At this point, the weak magnetic field generated by your phone induces a magnetic field in the NFC tag within the poster. The magnetic field induces electricity in the NFC tag, which doesn't have its own power supply - it's a passive NFC tag. This creates a radio field. The radio field generated by the tag interacts with the field generated by your phone. The NFC chip in your phone detects and decodes the radio field. The information turns out to be a link to a video of the band playing live. The app gives you the option of visiting the link directly if you wish.
Some NFC transactions will involve two powered devices. You may want to exchange some contact information from your phone with another person's phone. In an exchange, both devices act as active and passive components - when active, a device sends information and when passive, it accepts information. It takes just a moment for the two phones to send information to each other. Before you know it, your contact information is in the other person's phone and vice versa.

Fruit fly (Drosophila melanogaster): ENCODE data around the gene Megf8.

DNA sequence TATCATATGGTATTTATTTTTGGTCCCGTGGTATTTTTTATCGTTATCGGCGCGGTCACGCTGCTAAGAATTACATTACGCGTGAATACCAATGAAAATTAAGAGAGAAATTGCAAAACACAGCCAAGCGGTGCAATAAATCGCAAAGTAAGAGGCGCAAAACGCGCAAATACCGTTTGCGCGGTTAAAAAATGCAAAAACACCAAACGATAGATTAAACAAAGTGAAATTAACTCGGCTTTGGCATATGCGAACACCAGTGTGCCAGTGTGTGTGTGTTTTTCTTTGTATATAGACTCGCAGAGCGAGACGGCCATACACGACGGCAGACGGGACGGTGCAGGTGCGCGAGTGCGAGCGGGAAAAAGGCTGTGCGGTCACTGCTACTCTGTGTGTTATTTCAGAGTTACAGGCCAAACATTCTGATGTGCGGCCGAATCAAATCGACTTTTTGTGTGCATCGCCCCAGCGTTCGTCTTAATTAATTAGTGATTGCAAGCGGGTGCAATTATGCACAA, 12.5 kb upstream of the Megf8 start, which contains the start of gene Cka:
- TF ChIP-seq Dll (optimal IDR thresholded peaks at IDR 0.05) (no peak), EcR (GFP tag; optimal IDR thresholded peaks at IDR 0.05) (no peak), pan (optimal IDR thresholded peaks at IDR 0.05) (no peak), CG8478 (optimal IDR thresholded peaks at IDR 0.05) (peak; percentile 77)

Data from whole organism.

An active NFC device can only communicate with one target device at a time - you can't broadcast a message to multiple devices over NFC. The active device will send information to the target and will only accept a response from that target. Other NFC devices will ignore the communication.
It's important to remember that NFC just covers the actual transmission technology. It doesn't determine the content of those transmissions. The various hardware and apps that incorporate NFC chips will dictate what information changes digital hands. While the transmission technology is standardized, the content that can move across it isn't.
Because NFC is a standard, it has particular specifications. The transmission frequency for data across NFC is 13.56 megahertz. Like all radio signals, these travel in waves, with peaks and troughs. The distance from the peak of one wave to the next is a wavelength. At 13.56 megahertz, that means the signal moves 13.56 million wavelengths in the span of a second.
Currently, an NFC device can send data at a rate of 106, 212 or 424 kilobits per second. These speeds are fine for short bursts of information, but aren't suitable for heavy-duty tasks like watching videos or playing games.
credits: Jonathan Strickland, Nathan Chandler
edited by arawn